Sultry Afternoon was inspired by Burchfield's experiences on a hot, humid day just south of Hamburg, New York. It was painted in his late style, which was a conscious reaction to the realist work that brought him fame. After 1943, Burchfield attempted to revive the sense of wonder he had for the world in his childhood and early works. His late art, built also upon the events and accomplishments of his middle years, grew in breadth and complexity. He sought a visual counterpart to nature in paint, or he created a synthesis of an event based on earlier incidents. As Burchfield's art evolved, his respect for nature and assertion of the importance of personal experience deepened.
The moisture and heat in the work, conveyed primarily by the tropical palette and light saturated sky, are almost palpable. The back lighting makes the atmosphere seem heavy. The leaves of the closest tree are painted in curious radiating patterns that suggest light flickering through the treetop. The painting pulsates with other energy too. The sprouting curves of the foreground tree, echoed in many places in the composition, suggest growth. The patterns in the leaves of that tree also serve as visual shorthand for the shrill calls of birds. Moreover, the rhythmical, flickering strokes hovering above a distant wall of trees and bushes suggest that insects swarm and sing there.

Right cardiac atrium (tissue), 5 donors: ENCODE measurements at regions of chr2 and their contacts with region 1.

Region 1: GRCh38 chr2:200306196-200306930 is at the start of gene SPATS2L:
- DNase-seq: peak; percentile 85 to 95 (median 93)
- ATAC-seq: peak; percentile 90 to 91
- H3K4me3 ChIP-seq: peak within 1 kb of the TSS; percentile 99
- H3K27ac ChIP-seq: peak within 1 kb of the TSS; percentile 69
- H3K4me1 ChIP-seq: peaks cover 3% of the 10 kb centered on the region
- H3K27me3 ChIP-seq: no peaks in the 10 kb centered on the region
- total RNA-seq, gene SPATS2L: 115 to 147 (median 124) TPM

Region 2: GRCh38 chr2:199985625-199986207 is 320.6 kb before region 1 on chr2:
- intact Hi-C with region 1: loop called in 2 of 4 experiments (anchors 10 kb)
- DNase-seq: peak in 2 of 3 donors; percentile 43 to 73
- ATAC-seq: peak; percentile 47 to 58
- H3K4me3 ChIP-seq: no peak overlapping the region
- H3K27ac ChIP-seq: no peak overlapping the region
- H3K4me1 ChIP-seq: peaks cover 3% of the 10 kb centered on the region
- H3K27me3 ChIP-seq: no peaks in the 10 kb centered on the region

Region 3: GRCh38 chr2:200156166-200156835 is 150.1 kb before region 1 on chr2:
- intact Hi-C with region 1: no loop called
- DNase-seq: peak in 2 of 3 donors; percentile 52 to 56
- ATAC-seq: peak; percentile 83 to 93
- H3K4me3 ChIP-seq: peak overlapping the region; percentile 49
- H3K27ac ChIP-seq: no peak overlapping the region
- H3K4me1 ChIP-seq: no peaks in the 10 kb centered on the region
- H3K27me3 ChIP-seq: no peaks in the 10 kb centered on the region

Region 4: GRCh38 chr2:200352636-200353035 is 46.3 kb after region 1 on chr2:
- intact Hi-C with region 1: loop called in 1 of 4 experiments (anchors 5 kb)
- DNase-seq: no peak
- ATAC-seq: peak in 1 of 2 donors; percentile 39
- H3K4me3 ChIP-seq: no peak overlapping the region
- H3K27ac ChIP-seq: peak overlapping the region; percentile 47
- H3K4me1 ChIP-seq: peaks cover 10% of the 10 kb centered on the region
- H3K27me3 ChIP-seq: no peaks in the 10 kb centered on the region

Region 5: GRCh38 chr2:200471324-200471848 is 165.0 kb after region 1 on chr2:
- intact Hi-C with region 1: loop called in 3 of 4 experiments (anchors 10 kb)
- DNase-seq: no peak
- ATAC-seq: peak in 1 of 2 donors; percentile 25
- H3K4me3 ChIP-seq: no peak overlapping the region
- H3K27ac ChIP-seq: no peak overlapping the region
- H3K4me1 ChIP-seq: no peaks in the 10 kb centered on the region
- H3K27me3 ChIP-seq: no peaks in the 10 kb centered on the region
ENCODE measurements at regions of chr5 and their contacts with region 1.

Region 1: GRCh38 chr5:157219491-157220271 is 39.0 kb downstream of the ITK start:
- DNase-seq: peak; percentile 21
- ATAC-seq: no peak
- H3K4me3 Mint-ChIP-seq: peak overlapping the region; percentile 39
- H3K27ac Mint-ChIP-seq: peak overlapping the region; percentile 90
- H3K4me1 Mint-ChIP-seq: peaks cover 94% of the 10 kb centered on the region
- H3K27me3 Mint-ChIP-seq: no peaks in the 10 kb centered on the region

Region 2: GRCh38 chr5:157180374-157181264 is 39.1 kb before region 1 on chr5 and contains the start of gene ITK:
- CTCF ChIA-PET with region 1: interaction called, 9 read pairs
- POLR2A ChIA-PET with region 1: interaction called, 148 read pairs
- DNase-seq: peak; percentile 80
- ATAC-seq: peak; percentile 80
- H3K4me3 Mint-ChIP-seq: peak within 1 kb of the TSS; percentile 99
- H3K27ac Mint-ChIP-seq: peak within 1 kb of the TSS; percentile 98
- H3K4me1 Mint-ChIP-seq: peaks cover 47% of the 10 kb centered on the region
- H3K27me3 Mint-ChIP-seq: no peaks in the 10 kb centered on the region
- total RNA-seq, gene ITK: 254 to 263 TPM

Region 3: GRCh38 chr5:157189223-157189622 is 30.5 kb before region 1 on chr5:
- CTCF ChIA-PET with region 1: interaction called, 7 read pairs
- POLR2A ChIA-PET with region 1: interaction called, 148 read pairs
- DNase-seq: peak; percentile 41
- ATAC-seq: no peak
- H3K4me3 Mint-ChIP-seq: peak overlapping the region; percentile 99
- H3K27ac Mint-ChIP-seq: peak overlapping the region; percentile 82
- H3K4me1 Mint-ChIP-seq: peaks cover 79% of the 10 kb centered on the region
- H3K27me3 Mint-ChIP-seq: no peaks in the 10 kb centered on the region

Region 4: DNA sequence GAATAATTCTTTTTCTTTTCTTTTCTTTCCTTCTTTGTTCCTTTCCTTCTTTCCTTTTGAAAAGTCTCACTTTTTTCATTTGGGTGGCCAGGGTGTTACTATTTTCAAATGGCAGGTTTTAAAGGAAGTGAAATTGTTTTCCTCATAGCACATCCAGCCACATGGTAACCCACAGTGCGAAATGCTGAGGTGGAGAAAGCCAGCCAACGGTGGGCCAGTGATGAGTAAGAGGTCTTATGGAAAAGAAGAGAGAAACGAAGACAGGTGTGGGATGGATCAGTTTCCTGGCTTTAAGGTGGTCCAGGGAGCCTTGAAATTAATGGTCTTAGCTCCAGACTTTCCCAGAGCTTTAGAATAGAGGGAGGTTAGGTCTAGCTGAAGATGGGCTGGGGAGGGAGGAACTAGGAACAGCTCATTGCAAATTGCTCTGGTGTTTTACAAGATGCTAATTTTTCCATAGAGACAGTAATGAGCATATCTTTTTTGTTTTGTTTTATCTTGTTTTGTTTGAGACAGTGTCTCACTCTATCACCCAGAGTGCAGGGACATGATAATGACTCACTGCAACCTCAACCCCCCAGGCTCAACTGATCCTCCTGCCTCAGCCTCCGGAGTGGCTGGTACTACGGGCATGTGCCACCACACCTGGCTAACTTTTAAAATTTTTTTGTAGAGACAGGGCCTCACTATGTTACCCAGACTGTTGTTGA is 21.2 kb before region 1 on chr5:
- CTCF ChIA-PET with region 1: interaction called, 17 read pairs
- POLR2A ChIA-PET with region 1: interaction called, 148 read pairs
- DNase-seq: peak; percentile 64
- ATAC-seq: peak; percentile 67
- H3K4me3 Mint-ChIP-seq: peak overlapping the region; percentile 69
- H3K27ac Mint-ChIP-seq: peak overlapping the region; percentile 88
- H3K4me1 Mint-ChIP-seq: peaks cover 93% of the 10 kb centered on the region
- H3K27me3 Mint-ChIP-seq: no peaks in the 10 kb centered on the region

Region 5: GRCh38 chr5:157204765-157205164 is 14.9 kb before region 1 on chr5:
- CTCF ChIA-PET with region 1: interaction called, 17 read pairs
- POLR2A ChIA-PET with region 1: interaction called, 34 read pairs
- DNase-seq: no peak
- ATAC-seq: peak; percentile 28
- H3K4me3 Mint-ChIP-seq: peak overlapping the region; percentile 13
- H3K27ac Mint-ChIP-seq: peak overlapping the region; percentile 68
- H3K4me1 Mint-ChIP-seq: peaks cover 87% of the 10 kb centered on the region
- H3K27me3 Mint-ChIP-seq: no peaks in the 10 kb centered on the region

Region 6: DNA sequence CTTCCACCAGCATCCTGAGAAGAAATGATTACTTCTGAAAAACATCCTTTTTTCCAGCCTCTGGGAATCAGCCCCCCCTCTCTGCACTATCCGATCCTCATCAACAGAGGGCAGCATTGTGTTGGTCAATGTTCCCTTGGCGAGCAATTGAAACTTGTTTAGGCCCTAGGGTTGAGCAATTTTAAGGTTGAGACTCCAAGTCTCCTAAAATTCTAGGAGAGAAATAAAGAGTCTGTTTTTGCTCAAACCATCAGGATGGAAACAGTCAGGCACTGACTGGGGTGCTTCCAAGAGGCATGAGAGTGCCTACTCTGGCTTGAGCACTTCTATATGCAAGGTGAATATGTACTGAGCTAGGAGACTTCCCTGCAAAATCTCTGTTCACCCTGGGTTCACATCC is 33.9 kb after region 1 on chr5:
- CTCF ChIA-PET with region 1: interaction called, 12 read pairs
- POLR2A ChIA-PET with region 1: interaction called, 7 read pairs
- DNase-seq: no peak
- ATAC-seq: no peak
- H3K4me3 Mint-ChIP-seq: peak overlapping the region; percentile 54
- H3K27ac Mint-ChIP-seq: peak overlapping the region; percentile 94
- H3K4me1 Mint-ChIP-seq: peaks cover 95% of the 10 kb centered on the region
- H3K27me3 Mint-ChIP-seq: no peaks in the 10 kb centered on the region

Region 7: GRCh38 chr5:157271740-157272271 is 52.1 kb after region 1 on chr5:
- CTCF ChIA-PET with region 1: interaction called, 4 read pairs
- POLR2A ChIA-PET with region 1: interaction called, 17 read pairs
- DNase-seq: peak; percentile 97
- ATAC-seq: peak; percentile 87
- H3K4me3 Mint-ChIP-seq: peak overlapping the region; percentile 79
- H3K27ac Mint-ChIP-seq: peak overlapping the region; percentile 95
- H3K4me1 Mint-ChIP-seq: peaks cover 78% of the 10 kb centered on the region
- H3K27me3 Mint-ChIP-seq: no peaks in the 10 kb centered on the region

While its subject is close in spirit to early works such as Road and Sky, stylistically Sultry Afternoon is more ambitious. The asymmetrical composition, dominated by ascending curving lines and shapes, is dynamic. Revealed primarily by the tree in the foreground, nature appears monumental. All landscape details are shown with a great sense of weight and in deep space. The palette, unified by grayish greens and browns, offers a full tonal range but is boldly enlivened by unexpectedly vibrant areas of electric green, sharp yellow, and ultramarine blue. Burchfield was in full control of his brushwork, which is marked by great diversity, a kind of personal calligraphy mutating to express different aspects of the subject.
In Sultry Afternoon, Burchfield vividly captured the essence of a time and place, but more importantly, his emotional response to them. His desire to understand nature in all of its guises, even those experienced in discomfort, was a reflection of his deep spirituality.